This was a car with a design heritage from Europe, France, even, as a derivative of a Sunbeam/Talbot design that became the Chrysler Horizon on the European market. This was a transverse-engined, FWD hatchback that very, very strongly resembled Giugiaro’s design for the Volkswagen Golf (Rabbit at that time in the U.S. market), like so many cars of the era did.

In translating the design of the Horizon to the American market, a lot changed. Sure, some of that was larger, U.S.-spec bumpers headlamps, but some of it were just things that made the car more, well, American, and did so in some hard-to-define ways.

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Compared to cars like the VW Rabbit, the Omni/Horizon seemed to be reacting against the clean, crisp, unadorned modern look, and yet the Omni/Horizon shared, let’s be honest here, just about the exact same look as the Golf/Rabbit. And so we get things like this:

Omni Rabbit

Look how similar those two cars look, and even the size and shape of their taillights are close. The original European taillights of the Horizon fit the general design vocabulary of the Rabbit, even. But in America, Chrysler made changes. Originally featuring amber rear indicators, later designs switched to the more traditional red/clear look, and then went further and added those silver-painted borders over the sections of the taillights in one variant, or had horizontal chrome bands in another.

I’d say both of these fit into a very distilled-down Filigree category, as they add needless surface ornamentation that seems to serve the aesthetic goal of adding visual complexity to an otherwise clean surface.

Does it look better? Personally, I don’t really think so, but there must have been plenty of people who disagreed. I think it’s interesting that even on this very European-looking car, they couldn’t just leave the lights be; they had to go in and add some kind of piping, some extra bit of jewelry on there. Was this from insecurity about the strength of the base design? A way to make the car seem more “premium” and luxurious? Or just simply tradition that was hard to shake?

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By the mid 1980s, this whole business of adding ornamentation or coats of arms to taillights had pretty much died out, and the more European design ideals of cleanliness and simplicity won, and would remain dominant for decades to come.

I’ll admit, I used to roll my eyes at taillights like these, all covered in calligraphy and silly fake knights’ crests and wreaths or whatever. But now I find examples of these weirdly charming, as they’re so removed from what seem to be modern concerns. They’re fussy and strange and more than a little silly, but there’s a place for that, even in the demanding world of taillights.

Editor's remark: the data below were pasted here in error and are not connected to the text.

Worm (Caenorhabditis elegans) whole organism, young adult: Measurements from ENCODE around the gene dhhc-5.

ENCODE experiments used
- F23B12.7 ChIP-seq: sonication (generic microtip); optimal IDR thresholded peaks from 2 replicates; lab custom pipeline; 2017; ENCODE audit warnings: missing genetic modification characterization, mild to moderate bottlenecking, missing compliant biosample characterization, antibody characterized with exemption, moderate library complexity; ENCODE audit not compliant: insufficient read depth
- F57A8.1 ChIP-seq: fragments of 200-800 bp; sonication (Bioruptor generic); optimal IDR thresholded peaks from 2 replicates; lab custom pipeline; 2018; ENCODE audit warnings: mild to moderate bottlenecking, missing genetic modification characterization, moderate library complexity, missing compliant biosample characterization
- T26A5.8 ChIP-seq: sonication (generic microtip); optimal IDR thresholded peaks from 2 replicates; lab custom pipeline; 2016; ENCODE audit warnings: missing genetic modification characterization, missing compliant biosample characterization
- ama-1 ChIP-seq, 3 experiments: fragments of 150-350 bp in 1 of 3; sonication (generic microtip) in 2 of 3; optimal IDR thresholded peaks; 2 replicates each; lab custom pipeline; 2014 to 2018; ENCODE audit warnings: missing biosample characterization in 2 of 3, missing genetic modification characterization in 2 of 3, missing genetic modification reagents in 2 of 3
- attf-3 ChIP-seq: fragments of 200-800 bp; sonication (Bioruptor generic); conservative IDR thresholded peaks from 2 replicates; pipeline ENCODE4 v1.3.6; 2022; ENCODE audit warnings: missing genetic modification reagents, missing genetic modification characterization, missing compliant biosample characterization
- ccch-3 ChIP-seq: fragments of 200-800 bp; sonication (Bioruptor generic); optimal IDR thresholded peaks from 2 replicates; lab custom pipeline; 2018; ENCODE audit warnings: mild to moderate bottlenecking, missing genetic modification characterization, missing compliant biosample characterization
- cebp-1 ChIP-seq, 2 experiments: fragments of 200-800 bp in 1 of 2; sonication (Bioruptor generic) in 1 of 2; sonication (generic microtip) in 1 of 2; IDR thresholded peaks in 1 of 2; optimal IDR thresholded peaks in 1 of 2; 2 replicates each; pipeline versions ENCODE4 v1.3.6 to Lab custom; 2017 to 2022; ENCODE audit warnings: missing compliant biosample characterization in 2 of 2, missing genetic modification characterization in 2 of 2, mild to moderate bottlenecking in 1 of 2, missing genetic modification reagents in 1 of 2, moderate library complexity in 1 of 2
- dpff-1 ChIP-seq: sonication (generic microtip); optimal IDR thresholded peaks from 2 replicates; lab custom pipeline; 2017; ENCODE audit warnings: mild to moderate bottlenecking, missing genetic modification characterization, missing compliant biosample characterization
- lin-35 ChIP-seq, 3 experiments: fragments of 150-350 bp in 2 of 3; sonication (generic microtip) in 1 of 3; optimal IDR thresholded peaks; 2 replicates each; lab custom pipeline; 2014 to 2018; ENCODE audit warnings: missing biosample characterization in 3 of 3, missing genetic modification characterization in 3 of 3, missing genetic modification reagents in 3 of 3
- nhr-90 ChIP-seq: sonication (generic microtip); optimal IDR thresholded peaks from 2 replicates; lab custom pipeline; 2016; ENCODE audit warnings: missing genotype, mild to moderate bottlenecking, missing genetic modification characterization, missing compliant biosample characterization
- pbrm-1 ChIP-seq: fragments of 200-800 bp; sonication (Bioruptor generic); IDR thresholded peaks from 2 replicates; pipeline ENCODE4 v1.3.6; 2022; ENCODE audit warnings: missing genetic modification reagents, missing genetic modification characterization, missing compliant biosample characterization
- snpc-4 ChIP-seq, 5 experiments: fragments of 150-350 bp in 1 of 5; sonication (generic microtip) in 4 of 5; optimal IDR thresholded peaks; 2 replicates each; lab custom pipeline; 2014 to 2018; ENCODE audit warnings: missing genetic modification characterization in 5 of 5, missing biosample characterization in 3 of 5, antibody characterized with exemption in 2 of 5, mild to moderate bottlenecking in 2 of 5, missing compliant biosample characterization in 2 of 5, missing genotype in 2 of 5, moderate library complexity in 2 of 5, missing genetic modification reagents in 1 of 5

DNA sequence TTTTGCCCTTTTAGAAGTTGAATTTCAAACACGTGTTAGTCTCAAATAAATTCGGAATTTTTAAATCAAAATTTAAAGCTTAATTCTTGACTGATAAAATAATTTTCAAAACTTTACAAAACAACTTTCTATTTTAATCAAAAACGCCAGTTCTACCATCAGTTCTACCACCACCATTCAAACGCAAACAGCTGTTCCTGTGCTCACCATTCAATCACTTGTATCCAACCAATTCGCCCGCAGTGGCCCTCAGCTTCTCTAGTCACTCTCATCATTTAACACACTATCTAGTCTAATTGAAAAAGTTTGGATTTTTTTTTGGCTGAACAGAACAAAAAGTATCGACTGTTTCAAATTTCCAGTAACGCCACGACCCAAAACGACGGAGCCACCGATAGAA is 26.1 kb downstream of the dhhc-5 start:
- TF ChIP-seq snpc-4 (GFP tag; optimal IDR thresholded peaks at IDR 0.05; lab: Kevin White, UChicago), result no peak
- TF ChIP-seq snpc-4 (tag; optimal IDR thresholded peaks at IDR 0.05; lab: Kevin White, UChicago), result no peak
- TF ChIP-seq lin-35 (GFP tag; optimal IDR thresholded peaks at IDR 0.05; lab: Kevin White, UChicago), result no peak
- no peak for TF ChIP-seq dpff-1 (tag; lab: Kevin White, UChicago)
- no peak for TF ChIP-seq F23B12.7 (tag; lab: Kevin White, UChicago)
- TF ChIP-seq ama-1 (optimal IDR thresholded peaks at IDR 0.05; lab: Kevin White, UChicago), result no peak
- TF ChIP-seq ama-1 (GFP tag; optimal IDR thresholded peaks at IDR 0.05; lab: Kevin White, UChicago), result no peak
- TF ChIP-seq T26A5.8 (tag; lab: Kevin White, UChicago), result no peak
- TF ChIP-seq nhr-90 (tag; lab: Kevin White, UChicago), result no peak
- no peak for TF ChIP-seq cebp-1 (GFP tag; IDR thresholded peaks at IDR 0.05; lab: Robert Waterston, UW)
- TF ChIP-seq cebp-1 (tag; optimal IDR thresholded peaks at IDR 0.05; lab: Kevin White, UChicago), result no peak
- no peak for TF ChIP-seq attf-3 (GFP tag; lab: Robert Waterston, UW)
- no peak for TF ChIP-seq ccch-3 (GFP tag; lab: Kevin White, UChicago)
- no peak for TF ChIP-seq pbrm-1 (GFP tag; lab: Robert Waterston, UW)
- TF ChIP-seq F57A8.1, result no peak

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Andre Laplante
Andre Laplante
11 months ago

One thats just an LTD not an LTD II. The II was the intermediate that basically replaced the Torino. I think the lavish styling on taillights had to do with trying to add flash to relatively boring cars. I love 70’s cars but during these “dark ages” of down sizing and emissions restrictions they gave cars “style” by adding nick nacks. Look at some of the cars Granada (beautiful city in spain on a tarted up Maverick platform). Its twin the Monarch. Even the Versailles.. not great cars but hyped up with styling to get them to sell. Cordoba a la Spanish monarchy. Lebaron (tarted up Aspen/Volare) with its Medallion trim level. All flash no substance. I thin the manufacturers did this on purpose to tick off consumers so that the pubic would force the government to relax regulations on safety and CAFE etc. BUT I wouldnt have my 70/80s cars any other way

Bongo Friendee Harvey Park
Bongo Friendee Harvey Park
11 months ago

The Plymouth badged Horizon was an absolute disgrace and a significant reason I will never buy Mopar.

Erik Hancock
Erik Hancock
11 months ago

Least important detail of this article: is it pronounced nor-MAL-buh-LEE or NOR-mul-buh-lee? You know, for the exam.

Jonee Eisen
Jonee Eisen
11 months ago

The Brougham Age was a strange, but wonderful era. I was a kid then, so I look back on it affectionately, but I’ll always wonder how we got to it. I guess all that faux luxury was a way to cover up how shit most of the cars were.

Harrnack
Harrnack
11 months ago

When are we going to get your coffee table book on taillights?

Vetatur Fumare
Vetatur Fumare
11 months ago

I approach this as a serious article. I imagine the dealerships are to blame for adding fuss to the Horizon’s and others’ taillights.

Nlpnt
Nlpnt
11 months ago
Reply to  Vetatur Fumare

On a related note, the perceived need to create distinctions between the Dodge Omni and Plymouth Horizon.

Andre Laplante
Andre Laplante
11 months ago
Reply to  Nlpnt

badge engineering in its infancy lol

B P
B P
11 months ago

I kind of feel like pinstriping ties in here as well somehow. Though not all pinstriping was super ornate. You don’t see it too often anymore.

Jack Trade
Jack Trade
11 months ago
Reply to  B P

Good one. Remember in the ’90s when pinstriping started getting more ornate, with little filigrees at the ends and such?